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Kyohei Itamura, Ki-Eun Chang, Joshua Lucas, Daniel A. Donoho, Steven Giannotta and Gabriel Zada

OBJECTIVE

The present study aims to assess the clinical utility of a previously validated intraoperative meningioma consistency grading scale and its association with extent of resection (EOR) and various surgical outcomes.

METHODS

The previously validated grading system was prospectively assessed in 127 consecutive patients undergoing open craniotomy for meningioma by multiple neurosurgeons at two high-volume academic hospitals from 2013 to 2016. Consistency grading scores ranging from 1 (soft) to 5 (firm/calcified) were retrospectively analyzed to test for association with surgical outcomes and EOR, categorized as gross-total resection (GTR) or subtotal resection, defined by postoperative MRI.

RESULTS

One hundred twenty-seven patients were included in the analysis with a tumor consistency distribution as follows: grade 1, 3.1%; grade 2, 14.2%; grade 3, 44.1%; grade 4, 32.3%; and grade 5, 6.3%. The mean tumor diameter was 3.6 ± 1.7 cm. Tumor consistency grades were grouped into soft (grades 1 and 2), average (grade 3), and firm (grades 4 and 5) groups for statistical analysis with distributions of 17.3%, 44.1%, and 38.6%, respectively. There was no association between meningioma consistency and maximal tumor diameter, or location. Mean duration of surgery was longer for tumors with higher consistency: grades 1 and 2, 186 minutes; grade 3, 219 minutes; and grades 4 and 5, 299 minutes (p = 0.000028). There was a trend toward higher perioperative complication rates for tumors of increased consistency: grades 1 and 2, 4.5%; grade 3, 7.0%; and grades 4 and 5, 20.8% (p = 0.047). The proportion of GTR for each consistency group was as follows: grades 1 and 2, 77%; grade 3, 68%; and grades 4 and 5, 43% (p = 0.0062).

CONCLUSIONS

In addition to other important meningioma characteristics such as invasiveness, tumor consistency is a key determinant of surgical outcomes, including operative duration and EOR. Future studies predicting tumor consistency based on preoperative neuroimaging will help considerably with preoperative planning for meningiomas.

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So-Hyang Im, Chang Wan Oh, O-Ki Kwon, Jung Eun Kim and Dae Hee Han

Object. In moyamoya disease (MMD), ischemic events are usually precipitated by activities associated with hyperventilation or physical strain. The authors report on four patients with a rare combination of Graves disease—associated thyrotoxicosis and MMD, whose cerebrovascular ischemic events occurred while in a thyrotoxic state. The clinical correlation between MMD and Graves' thyrotoxicosis, and outcome after surgical intervention are described.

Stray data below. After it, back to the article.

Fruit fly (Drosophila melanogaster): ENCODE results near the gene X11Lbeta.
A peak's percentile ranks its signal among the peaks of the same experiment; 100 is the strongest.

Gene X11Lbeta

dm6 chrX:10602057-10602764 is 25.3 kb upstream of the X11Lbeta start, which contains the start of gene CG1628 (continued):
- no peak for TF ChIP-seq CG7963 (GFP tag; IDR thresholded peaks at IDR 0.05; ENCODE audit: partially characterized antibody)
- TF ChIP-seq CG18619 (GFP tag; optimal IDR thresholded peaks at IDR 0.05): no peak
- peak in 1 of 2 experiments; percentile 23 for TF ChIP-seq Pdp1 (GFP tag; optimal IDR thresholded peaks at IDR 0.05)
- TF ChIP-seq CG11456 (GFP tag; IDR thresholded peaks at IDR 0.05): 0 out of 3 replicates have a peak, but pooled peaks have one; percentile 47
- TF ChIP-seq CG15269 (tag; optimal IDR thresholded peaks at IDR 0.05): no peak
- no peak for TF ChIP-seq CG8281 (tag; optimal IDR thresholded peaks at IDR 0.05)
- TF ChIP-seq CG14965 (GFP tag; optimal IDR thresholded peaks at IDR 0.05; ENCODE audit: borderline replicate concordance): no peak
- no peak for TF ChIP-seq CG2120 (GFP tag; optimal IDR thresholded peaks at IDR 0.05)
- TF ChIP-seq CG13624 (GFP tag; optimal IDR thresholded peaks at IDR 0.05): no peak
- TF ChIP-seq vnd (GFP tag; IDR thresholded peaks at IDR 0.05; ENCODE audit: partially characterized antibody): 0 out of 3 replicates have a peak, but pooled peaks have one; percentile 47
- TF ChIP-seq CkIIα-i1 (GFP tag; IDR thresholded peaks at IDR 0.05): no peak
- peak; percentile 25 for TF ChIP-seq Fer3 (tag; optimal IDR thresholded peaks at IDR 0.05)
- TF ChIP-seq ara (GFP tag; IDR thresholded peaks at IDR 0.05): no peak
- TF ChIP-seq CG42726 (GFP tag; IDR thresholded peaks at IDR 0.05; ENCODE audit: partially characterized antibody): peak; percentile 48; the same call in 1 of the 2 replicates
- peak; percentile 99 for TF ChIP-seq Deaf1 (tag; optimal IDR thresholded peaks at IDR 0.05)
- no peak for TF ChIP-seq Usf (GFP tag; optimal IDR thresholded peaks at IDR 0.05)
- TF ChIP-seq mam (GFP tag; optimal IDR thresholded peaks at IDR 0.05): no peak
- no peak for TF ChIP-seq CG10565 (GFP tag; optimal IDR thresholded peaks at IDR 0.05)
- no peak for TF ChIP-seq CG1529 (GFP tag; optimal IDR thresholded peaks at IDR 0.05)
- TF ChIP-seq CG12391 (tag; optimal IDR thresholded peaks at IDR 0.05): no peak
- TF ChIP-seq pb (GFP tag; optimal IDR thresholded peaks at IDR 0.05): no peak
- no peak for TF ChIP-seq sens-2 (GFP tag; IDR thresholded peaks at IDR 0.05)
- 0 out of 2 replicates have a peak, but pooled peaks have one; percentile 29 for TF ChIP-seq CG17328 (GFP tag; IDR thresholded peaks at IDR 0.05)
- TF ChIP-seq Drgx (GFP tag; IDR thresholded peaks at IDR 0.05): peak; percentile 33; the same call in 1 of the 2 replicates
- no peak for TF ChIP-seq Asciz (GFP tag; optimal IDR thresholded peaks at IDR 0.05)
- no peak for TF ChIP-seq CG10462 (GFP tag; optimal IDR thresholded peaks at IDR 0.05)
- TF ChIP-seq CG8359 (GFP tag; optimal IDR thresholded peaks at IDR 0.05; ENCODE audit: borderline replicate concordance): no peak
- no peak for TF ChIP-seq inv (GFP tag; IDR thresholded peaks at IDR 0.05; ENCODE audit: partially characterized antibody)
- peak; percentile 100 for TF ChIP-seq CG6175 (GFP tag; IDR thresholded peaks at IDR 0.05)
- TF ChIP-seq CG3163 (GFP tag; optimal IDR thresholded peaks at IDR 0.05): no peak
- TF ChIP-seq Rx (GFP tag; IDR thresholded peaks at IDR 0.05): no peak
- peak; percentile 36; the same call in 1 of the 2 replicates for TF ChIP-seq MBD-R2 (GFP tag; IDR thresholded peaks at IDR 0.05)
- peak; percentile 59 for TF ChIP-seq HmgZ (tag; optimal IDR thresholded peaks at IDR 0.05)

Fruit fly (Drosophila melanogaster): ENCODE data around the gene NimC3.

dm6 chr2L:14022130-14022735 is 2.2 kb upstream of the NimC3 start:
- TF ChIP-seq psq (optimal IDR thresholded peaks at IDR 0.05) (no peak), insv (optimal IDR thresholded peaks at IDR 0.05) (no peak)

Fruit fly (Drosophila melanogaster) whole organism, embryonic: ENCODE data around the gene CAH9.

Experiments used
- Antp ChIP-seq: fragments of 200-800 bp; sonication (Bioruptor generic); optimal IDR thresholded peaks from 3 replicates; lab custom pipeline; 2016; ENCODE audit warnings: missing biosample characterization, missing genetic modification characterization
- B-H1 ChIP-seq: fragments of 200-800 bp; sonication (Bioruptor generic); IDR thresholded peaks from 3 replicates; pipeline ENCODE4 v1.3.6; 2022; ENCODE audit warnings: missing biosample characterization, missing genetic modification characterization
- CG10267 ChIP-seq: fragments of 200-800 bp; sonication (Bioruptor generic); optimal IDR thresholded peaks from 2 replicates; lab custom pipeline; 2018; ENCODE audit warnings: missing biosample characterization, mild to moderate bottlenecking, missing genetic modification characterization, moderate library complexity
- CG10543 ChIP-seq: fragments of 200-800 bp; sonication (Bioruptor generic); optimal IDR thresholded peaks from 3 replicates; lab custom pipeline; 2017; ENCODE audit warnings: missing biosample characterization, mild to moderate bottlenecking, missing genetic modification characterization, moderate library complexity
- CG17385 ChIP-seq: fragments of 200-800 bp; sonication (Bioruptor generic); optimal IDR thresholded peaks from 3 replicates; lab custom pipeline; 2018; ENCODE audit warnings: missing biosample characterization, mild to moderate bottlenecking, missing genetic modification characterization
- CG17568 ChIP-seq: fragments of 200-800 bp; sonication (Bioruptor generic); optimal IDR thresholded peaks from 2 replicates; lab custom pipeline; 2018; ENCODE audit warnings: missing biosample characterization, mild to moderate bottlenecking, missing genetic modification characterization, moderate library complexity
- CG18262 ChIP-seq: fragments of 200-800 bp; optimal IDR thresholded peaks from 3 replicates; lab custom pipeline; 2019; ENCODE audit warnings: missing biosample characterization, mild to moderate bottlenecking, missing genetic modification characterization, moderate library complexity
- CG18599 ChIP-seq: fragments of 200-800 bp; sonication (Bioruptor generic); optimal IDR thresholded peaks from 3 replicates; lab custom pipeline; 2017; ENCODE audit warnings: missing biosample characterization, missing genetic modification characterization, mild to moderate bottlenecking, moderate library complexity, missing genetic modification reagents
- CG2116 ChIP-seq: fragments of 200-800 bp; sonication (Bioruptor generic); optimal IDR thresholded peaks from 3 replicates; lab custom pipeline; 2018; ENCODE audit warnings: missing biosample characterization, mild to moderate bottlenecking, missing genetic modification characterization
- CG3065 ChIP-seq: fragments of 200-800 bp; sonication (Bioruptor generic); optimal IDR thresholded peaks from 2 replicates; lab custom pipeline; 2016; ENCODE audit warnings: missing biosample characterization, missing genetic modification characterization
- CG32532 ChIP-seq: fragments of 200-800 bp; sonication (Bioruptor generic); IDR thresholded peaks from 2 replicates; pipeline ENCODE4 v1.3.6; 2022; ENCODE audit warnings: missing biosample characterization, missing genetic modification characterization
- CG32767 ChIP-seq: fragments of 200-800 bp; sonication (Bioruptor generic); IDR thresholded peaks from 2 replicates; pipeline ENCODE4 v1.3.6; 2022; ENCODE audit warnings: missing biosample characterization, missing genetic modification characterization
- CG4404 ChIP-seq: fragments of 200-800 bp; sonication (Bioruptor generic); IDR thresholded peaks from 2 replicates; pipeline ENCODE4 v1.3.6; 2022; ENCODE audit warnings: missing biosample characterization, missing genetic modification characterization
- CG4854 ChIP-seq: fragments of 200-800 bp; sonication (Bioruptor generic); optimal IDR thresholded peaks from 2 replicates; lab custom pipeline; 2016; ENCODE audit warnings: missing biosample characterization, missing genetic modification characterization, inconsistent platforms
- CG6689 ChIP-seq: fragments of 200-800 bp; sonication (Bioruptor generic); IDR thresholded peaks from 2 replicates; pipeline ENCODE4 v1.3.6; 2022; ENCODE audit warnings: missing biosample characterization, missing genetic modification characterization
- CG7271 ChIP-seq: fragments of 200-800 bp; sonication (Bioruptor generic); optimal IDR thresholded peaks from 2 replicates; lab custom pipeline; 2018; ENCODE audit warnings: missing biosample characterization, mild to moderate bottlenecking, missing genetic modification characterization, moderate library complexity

Methods. Four young women, ages 22 to 25 years, presented with profound cerebrovascular ischemic accidents. They had clinical and radiological features consistent with the diagnosis of MMD and were in the active thyrotoxic state of Graves disease. To prevent a future ischemic event, patients underwent superficial temporal artery—middle cerebral artery anastomosis combined with encephalomyosynangiosis or encephaloduroarteriosynangiosis after normalization of their hormonal conditions. All patients have been neurologically stable since revascularization procedures and lead a normal daily life.

In patients with MMD, cerebrovascular ischemic events may be precipitated by thyrotoxicosis. One possible pathomechanism of cerebrovascular ischemic aggravation in the thyrotoxic state may be a hemodynamic compromise induced by an excessive increase in the cerebral metabolism and oxygen demand over the compensation of the cerebral blood flow deficit through collateral supply in MMD.

Conclusions. Surgical revascularization after optimal control of thyrotoxicosis is thought to be an appropriate treatment in patients with MMD concurrent with Graves disease for the prevention of further ischemic events, especially in those with impaired cerebral perfusion and cerebral ischemic symptoms.

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Eun Ji Kim, Kyu-Chang Wang, Ji Yeoun Lee, Ji Hoon Phi, Sung-Hye Park, Jung-Eun Cheon, Young Eun Jang and Seung-Ki Kim

Infantile myofibromatosis, a rare mesenchymal disorder that develops in early childhood, is classified by the number of lesions that occur: solitary or multicentric. Involvement of the CNS is unusual in either type. Infantile myofibromatosis in the spine is exceptional, and most published cases represent a secondary invasion. Here, the authors report on an 8-month-old girl presenting with weakness below the ankle and an intraspinal mass extending from T-6 to the conus. The patient underwent only partial surgical removal of the lesion, and the pathology was confirmed as infantile myofibromatosis. After the operation, weakness in the lower extremities gradually improved; however, she could not walk at the time of the final follow-up. On follow-up MRI performed 19 months after the operation, the residual lesion remained unchanged with decreased enhancement.